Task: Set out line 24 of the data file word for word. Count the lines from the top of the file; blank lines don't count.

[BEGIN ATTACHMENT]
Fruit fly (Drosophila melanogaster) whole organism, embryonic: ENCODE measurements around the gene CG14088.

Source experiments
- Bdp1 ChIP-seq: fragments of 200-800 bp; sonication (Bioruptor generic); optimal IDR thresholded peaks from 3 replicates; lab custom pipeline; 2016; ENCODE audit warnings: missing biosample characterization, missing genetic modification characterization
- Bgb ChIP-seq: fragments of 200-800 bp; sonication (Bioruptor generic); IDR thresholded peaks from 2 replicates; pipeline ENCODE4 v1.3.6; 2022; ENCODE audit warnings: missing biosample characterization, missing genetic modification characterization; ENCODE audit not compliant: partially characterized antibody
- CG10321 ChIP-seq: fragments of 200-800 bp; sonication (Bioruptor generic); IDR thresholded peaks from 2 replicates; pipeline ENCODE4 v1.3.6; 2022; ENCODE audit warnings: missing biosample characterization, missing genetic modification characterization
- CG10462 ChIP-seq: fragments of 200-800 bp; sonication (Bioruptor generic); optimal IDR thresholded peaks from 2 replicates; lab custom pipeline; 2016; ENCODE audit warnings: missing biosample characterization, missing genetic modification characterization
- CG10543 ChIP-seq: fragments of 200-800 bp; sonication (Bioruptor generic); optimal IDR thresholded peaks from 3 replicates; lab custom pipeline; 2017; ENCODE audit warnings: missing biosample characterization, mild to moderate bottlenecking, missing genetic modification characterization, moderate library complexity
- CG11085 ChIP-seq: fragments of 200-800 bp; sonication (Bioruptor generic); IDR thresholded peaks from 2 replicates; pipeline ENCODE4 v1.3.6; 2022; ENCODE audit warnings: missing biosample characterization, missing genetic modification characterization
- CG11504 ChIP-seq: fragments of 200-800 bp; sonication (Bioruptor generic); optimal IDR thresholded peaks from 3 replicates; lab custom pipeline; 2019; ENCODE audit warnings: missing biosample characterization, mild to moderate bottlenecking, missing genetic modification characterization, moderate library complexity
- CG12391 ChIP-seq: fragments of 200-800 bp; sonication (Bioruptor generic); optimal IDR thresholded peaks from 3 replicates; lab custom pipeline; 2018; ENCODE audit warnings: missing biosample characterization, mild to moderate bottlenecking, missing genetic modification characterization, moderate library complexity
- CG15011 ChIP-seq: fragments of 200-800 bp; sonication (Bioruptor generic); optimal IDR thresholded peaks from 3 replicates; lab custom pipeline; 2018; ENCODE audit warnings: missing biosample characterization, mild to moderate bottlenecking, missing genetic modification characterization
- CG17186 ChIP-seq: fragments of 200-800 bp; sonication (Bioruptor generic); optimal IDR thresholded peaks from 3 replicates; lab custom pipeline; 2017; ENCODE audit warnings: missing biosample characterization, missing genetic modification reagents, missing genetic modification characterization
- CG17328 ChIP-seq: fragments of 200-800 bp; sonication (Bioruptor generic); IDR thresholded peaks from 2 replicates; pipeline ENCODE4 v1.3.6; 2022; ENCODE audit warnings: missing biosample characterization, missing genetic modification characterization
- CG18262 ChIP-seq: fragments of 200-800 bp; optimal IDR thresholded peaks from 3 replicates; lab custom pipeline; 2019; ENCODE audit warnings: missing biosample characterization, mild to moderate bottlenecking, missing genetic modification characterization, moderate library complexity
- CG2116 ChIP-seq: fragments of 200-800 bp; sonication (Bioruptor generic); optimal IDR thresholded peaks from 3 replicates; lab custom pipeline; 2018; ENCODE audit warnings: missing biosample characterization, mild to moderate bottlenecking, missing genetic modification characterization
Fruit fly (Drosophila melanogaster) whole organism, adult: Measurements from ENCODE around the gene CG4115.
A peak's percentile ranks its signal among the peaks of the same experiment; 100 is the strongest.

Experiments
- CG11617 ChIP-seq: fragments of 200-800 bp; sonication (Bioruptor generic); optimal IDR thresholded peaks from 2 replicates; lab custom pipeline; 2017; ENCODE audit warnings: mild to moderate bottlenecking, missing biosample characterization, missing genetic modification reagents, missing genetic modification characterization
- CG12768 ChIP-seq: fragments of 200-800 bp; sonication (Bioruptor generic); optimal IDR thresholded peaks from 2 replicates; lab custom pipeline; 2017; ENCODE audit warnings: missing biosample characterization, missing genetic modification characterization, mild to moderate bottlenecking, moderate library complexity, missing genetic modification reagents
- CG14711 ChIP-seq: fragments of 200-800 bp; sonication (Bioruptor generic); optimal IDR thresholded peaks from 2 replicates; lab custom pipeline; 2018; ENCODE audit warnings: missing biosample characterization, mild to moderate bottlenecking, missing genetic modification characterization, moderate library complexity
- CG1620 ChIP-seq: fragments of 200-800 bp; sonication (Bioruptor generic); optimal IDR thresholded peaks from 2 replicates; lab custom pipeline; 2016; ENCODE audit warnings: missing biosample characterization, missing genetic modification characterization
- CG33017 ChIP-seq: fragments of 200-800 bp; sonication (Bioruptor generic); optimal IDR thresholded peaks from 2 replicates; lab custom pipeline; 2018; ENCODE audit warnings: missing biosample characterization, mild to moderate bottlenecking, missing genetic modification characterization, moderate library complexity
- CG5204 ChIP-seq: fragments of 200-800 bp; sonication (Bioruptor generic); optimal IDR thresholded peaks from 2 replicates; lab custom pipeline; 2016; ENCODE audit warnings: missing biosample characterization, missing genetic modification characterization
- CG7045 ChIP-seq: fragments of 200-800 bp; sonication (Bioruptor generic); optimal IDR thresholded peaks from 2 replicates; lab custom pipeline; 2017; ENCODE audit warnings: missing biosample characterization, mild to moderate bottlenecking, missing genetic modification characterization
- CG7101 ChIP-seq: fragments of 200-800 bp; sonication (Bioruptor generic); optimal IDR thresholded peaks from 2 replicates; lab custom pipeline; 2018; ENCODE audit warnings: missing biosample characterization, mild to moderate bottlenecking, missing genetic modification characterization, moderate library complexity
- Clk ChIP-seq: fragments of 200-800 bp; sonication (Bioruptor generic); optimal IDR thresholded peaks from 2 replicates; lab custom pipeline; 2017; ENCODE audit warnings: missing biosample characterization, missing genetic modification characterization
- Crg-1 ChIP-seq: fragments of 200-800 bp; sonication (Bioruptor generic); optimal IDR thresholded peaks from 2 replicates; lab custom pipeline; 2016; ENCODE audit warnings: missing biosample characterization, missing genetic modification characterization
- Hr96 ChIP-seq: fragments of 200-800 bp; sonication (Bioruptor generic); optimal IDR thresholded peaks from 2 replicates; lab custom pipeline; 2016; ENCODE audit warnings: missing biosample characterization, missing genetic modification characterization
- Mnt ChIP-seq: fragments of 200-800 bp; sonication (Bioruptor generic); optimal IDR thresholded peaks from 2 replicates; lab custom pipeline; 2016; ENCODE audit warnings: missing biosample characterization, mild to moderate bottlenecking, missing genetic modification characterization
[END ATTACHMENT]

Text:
- CG5204 ChIP-seq: fragments of 200-800 bp; sonication (Bioruptor generic); optimal IDR thresholded peaks from 2 replicates; lab custom pipeline; 2016; ENCODE audit warnings: missing biosample characterization, missing genetic modification characterization